Change Management is one of the most critical and yet often under resourced part of a project. Good change management will save time, add value and promote success.

Change Management Workshop

The one day workshop will be held on your premises for as many of your team as is relevant to you and while the agenda is entirely flexible I recommend the following sessions;

Change Advisory Team

A discussion around the setting up of a CAT. This should include stakeholders, Senior Management and (often forgotten) end user representation. Ideally an independent consultant should participate as they will not be affected by internal politics and with a foot in neither camp be able to challenge both internal management and the solution vendor in equal measure.

Business Analysis

 

A discussion around the important subject of understanding current practices.

Hold meetings with representatives of all areas of the business before any project plan is announced. Explain the change coming and listen to the immediate reaction.

Be clear as to the areas of the business likely to be impacted and how this may differ. In the example of a global accounting system rollout the impact on the end user is very different to that of the back office Accounts team.

 

Communications

Probably the most important and yet most difficult component of the change management strategy. Clear and frequent communication is essential but the challenge is how. E-mail is typically used as the primary communication tool but has a remarkably low impact. This is a key area for creative thinking as to what will have most effect in the business and I have seen everything from posters on water coolers to 'theme' days in the staff restaurant to software branded cookies delivered to desks. Get staff involved. Create supportive Change Ambassadors that act as evangelists and become a critical part of the communication strategy.

 

Benefit Promotion 

You are introducing change for a reason. It may be to improve efficiency, reduce cost, replace something that doesn't work, enable access to information or introduce new ways to win business. Whatever the reason focus on the positive and include promotional messages in all communications.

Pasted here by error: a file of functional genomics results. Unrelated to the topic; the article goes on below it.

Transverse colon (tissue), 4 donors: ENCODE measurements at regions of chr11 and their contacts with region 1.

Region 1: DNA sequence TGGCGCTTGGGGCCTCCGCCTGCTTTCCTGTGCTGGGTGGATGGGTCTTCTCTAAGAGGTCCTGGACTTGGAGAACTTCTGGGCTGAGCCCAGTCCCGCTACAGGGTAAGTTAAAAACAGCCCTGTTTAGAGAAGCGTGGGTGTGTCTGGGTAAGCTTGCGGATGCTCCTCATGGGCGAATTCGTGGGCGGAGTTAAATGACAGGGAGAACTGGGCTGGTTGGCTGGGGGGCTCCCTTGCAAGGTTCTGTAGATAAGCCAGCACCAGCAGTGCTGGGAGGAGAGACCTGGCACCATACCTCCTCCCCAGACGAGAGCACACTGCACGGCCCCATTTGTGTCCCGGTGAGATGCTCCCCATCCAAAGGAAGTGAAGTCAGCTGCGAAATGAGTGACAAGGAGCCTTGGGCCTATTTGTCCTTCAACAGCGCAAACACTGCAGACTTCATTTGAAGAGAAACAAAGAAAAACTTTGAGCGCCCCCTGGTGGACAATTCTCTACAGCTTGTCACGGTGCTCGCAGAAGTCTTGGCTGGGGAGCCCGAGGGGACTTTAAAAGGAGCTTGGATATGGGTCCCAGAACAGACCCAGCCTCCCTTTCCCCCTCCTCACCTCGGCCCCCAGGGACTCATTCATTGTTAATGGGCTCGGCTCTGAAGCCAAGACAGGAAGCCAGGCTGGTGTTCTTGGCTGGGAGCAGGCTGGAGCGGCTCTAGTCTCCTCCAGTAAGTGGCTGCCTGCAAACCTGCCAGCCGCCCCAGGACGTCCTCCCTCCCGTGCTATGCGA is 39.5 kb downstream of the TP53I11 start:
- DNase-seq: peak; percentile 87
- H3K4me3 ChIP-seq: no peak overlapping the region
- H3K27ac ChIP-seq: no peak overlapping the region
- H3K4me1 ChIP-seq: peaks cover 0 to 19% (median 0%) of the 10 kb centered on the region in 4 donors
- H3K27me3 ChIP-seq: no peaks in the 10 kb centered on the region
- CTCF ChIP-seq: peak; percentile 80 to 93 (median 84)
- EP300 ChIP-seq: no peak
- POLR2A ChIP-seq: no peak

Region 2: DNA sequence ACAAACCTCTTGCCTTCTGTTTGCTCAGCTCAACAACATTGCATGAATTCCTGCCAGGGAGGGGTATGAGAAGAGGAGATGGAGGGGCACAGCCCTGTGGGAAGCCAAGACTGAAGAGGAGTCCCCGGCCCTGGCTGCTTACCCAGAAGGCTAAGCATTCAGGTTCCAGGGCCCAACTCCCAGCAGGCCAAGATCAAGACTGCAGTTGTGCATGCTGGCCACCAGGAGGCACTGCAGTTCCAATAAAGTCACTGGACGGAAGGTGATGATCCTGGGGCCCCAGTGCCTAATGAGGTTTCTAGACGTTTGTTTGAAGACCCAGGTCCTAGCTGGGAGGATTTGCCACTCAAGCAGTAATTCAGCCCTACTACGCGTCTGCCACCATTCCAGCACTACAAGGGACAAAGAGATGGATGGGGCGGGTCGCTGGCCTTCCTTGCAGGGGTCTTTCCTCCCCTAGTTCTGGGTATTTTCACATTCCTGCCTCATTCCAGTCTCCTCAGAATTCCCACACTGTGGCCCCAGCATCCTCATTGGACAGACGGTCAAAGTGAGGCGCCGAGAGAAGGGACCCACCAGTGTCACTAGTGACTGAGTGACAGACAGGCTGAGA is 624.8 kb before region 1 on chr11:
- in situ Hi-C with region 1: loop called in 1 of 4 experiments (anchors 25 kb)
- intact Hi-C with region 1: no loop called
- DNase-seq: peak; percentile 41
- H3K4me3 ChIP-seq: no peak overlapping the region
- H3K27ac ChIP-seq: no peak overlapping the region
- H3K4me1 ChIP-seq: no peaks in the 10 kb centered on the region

with any legacy system it should be relatively easy to identify frustrations and pain points. Use these as 'we've listened to you' points in communications and describe how the new system will make life better.

Touch Point Focus

However large the project or system there may only be a small number of areas or functions that impact the end user. It is important to focus on these and where possible consider a phased approach to these changes. Is it practical for example to leave the existing reporting or time recording function in place until the core system has bedded down?

 

System V Process

Many firms see the introduction of a new software system as an opportunity to introduce new processes and practices. The thinking is based on taking immediate advantage of new functions/tools and getting as much change out of the way as possible. This can be a very risky strategy. It is often the process change that gives users the most pain and the new system will likely unfairly take the blame. Worse still, key metrics such as system performance will be very difficult to ascertain when users are struggling with the process change. If practical, consider separating system and process change into two defined phases of the project.

 

Integration

Help users adapt to change by updating all relevant firm training, documentation and references to the new system. This might include the on-boarding process, marketing materials, the firms mission statement on the website or even the performance review process.

Support 

Post rollout support is critical. Most firms have well embedded support processes that typically involve a form of help-desk usually run by IT. Do not assume that the existing arrangement will adequately cope with the change. Floor walking, catch up training and access to SME's (subject matter experts) should all be considered.

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